The Shadow Curriculum of American Schools
We tend to make the mistake of thinking that school is primarily for teaching kids information.
Of course, we want students to learn the causes of the Civil War, how to solve quadratic equations, or how to conjugate French verbs. All of this stuff is important, and I believe in the importance of teaching a lot of content in schools, even if students won’t remember most of it. How much of the content that you learned in high school do you remember? (I’ll be honest with you here — I got As in high school math, but I don’t even know what trigonometry is)
Hopefully, students will leave school with an understanding of the subject matter they’ve studied. But it’s likely that they’ll learn more enduring lessons from the way that school is structured.
I was struck by this when reading Matt T.’s thoughtful essay on the perennial problem of “senioritis.” Matt argues that “senioritis is a policy choice,” and that we shouldn’t be surprised that high school seniors check out for their final semester of high school:
Students go through the American education system for 12 years driven by rewards and punishments: grades, detentions, graduation, college acceptances. Then, in the second semester of senior year, pretty much every incentive and every punishment is taken away. Yet we expect them to all of the sudden to have internal motivation: take exciting and interesting elective classes, do work for the sake of learning, even if the grade doesn’t matter.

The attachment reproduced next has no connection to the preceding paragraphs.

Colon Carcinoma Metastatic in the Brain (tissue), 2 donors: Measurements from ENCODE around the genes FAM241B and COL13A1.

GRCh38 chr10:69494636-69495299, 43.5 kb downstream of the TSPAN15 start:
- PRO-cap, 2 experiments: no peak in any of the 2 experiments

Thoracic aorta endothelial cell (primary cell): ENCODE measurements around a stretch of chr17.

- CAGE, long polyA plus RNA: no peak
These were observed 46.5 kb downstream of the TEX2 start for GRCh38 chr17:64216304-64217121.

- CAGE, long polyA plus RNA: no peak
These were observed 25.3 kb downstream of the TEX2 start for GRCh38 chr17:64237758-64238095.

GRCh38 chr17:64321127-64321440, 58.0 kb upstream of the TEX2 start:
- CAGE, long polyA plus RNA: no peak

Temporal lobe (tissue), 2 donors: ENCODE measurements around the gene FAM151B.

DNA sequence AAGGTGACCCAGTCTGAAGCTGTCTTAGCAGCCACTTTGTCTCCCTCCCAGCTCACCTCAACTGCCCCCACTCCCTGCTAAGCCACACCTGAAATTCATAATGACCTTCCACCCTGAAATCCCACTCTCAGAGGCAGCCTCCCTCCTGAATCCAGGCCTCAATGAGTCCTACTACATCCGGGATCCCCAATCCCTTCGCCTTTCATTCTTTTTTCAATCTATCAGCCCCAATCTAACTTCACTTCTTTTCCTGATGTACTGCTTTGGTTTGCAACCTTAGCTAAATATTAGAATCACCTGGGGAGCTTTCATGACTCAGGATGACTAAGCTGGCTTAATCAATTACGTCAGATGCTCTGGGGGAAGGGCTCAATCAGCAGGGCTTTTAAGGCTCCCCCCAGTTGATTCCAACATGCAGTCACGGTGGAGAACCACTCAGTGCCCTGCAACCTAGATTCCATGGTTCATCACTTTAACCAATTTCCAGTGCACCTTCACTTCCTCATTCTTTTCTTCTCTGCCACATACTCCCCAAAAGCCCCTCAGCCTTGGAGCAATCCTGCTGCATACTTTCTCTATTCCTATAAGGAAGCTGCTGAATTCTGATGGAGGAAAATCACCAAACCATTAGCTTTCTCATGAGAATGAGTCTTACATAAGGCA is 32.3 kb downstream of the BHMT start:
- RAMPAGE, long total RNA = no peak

I’ve had somewhat different experiences with seniors than it seems Matt has, and my anti-senioritis prescriptions are probably different from his, but I think his larger point is very important: the way we design our schools has a profound impact on the way our students behave and the messages they take with them for the rest of their lives.
So what lessons might students be learning from the way our schools are set up?
Before I jump in, I suppose I should acknowledge that there are obviously exceptions to every idea I’m going to list here. The American educational system is a wild and complex thing, with many different types of schools serving many…